In our everyday lives we make decisions. Often times these decisions are made so fast that we are not aware of the processes that go on inside our minds that influence them. We tend to think of ourselves as conscious free thinking individuals, but our sub conscious plays an important role in decision making. While we rely on our sub conscious to help us make rational decisions it can also lead us to make snap judgments. These sometimes illogical judgments are referred to cognitive biases. Cognitive bias is a general term that describes many distortions in the human mind that effect our decision making. What does this have to do with us as web designers? Well, many of these quick decisions that are made are predictable and if understood can help us become better architects of persuasion
Every good designer already uses techniques that play to our cognitive biases. When designing websites we apply the rule of thirds or the ‘golden rule’. Why? It is appealing to the eye and makes for a flow that is coherent and balanced. We use colors that complement each other and invite the user to read or linger on a page. These techniques are applied because if they weren’t the end result would make your user uncomfortable and would promote a feeling of uneasiness.

Our cognitive bias often comes out when we encounter a situation that our sub conscious feels as incomplete or somehow off. If a design doesn’t have the flow mentioned above than the mind rejects it as not right and compels us to move on. This idea should be considered in every aspect of your design. Someone may be going to your website to purchase a product you offer. If when they read the description they find it to be short and lacking pertinent information they may be less inclined to go to the next level because their cognitive bias will send up warning flags.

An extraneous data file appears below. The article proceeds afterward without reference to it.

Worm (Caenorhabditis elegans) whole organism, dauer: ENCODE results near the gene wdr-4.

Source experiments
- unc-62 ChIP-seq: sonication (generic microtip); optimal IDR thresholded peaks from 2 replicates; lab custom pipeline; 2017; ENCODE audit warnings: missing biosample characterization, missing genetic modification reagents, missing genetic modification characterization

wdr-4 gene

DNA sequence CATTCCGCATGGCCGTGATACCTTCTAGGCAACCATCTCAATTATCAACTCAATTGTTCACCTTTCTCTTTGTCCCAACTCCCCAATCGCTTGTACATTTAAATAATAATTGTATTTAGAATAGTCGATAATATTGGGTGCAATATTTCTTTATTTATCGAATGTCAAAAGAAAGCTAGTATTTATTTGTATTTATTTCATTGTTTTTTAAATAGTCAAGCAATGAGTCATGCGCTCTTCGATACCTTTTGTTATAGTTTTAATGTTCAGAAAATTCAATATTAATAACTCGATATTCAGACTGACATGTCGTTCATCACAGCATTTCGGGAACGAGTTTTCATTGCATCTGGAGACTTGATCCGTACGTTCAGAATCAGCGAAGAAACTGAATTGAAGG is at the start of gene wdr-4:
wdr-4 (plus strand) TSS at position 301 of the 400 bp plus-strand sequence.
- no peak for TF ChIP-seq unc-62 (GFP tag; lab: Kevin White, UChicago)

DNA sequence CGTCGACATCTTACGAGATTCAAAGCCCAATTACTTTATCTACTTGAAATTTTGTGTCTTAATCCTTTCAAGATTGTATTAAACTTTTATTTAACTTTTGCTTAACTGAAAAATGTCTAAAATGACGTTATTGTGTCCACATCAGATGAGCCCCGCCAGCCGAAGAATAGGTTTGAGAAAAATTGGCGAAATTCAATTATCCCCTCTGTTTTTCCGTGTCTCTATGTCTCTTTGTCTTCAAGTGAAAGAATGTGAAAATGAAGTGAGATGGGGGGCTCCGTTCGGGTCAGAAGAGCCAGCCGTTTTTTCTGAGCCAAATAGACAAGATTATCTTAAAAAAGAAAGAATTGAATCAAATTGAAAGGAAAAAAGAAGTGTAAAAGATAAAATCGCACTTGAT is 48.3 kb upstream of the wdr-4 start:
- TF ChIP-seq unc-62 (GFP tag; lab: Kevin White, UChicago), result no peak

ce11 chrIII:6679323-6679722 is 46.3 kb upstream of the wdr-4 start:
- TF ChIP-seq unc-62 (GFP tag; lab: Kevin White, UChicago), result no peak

Another cognitive bias we share is what is known as the ‘band wagon’ principle. We like to know that other people are just like us. It is the same reason we search for products that are already popular. In your design it is a good idea to show people what there peers are doing. Facebook implemented their ‘like’ button a while back for the same reason. If we know that we are not alone in our decision process are more likely to be more easy-going about it.

A bias that is used quite often to stir up interest in products is known as the ‘going out of style’ principle. People are more likely to want something if they think it will no longer be available to them. Words like ‘limited time only’ and ‘while supplies last’ have a strong influence on how people see things. Scarcity makes stuff appear as if it is more valuable. If there are only a handful left in stock people will certainly feel the urge to not miss out.

An additional bias is known as the ‘credibility’ principle. We want to hear from experts and trust the opinion of people if they seem qualified to give it. This is why ‘9 out of 10’ dentists want you to buy this tooth paste and mechanics only use this oil. Name dropping may seem like a self indulgent practice but it is actually an effective way to portray trustworthiness to your users.

Human beings make irrational decisions in predictable ways. We all have our cognitive biases that influence us one way or the other. To understand how these biases work is to become better designers, sales people, and persuaders. It is our job to make sure that the biases work in our favor.

Ryan Shuhart
Senior Web Developer, Tranquilblue

September 30, 2012

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